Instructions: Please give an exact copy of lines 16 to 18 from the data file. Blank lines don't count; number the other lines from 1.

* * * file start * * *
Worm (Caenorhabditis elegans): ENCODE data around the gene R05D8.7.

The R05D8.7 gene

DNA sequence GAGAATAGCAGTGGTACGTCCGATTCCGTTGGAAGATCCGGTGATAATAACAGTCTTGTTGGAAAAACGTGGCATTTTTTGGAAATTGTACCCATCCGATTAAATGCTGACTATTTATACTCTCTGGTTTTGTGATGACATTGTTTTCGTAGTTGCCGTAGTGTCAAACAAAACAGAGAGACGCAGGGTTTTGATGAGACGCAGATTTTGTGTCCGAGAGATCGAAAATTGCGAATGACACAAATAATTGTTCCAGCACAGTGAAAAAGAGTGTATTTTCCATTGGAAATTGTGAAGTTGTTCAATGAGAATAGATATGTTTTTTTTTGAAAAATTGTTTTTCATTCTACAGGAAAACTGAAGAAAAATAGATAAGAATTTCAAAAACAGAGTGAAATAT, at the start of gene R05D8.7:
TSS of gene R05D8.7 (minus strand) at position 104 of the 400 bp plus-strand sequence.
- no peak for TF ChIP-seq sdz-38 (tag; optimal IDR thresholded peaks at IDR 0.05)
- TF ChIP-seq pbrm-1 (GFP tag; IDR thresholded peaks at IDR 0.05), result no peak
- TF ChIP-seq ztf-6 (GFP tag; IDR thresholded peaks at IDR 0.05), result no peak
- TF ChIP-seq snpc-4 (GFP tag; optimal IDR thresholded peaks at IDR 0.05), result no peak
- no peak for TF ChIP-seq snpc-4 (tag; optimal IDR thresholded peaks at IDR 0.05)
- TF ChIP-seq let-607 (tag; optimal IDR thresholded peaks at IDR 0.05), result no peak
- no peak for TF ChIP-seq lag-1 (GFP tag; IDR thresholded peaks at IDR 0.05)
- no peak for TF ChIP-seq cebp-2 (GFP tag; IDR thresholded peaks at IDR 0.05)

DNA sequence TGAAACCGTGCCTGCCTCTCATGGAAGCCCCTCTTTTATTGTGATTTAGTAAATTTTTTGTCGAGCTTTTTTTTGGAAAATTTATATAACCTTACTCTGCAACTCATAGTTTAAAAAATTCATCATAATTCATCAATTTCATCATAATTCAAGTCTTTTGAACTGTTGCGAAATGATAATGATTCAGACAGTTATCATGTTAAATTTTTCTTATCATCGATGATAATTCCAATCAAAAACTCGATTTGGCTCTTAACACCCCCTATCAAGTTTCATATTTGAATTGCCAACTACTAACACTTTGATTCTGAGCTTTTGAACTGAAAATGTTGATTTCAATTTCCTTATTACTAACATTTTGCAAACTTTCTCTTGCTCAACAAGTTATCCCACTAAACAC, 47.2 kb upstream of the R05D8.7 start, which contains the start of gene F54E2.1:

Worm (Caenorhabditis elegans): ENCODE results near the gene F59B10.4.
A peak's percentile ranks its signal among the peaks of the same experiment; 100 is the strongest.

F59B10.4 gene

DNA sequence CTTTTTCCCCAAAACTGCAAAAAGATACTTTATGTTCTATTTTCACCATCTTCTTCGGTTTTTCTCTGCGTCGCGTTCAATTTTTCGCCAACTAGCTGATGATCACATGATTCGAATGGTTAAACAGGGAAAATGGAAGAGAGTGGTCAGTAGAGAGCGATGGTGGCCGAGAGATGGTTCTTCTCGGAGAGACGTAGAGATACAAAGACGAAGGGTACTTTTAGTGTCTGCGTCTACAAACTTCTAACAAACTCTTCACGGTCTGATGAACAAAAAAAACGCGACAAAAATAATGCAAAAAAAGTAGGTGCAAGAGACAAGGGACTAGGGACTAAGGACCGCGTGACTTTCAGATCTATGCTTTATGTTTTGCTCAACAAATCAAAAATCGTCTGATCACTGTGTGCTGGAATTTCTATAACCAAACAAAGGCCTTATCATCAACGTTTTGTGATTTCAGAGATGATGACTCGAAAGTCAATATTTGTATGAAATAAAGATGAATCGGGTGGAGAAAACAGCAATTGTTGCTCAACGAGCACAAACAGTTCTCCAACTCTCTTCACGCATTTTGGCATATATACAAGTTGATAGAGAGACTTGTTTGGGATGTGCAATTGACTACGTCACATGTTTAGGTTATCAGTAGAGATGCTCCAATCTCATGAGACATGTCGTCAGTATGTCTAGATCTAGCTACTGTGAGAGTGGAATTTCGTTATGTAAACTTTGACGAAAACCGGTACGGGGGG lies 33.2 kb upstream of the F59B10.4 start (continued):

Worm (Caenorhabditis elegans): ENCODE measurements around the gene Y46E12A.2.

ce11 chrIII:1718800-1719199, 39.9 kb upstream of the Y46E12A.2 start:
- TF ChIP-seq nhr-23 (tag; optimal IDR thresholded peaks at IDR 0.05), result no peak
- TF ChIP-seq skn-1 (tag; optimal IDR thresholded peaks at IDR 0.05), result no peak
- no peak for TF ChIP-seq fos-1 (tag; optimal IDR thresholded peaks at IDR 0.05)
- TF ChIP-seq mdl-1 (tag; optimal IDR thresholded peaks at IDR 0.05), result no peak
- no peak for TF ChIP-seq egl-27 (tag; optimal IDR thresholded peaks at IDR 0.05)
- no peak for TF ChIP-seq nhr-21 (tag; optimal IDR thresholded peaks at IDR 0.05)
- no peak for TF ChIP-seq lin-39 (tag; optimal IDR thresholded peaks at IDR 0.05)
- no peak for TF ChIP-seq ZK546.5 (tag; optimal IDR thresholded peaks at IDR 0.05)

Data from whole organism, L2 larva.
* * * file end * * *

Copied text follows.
F59B10.4 gene

DNA sequence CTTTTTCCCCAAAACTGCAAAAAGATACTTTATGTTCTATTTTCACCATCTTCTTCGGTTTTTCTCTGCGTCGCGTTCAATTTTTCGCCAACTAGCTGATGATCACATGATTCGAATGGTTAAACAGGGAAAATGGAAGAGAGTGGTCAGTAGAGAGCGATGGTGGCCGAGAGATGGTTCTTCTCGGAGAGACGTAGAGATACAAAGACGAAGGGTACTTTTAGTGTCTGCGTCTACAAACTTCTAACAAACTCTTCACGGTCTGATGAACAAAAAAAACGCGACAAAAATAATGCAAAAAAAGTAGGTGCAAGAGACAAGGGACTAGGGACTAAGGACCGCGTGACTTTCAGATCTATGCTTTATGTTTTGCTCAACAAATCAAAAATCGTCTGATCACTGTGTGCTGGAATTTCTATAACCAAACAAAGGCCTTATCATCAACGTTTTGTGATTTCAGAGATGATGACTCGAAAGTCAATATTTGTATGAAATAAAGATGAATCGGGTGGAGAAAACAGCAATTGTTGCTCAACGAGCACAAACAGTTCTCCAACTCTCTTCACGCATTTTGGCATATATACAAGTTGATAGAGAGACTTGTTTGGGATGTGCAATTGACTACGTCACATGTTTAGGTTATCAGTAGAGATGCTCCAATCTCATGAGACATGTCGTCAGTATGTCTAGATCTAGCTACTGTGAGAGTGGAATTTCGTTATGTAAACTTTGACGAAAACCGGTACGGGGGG lies 33.2 kb upstream of the F59B10.4 start (continued):

Worm (Caenorhabditis elegans): ENCODE measurements around the gene Y46E12A.2.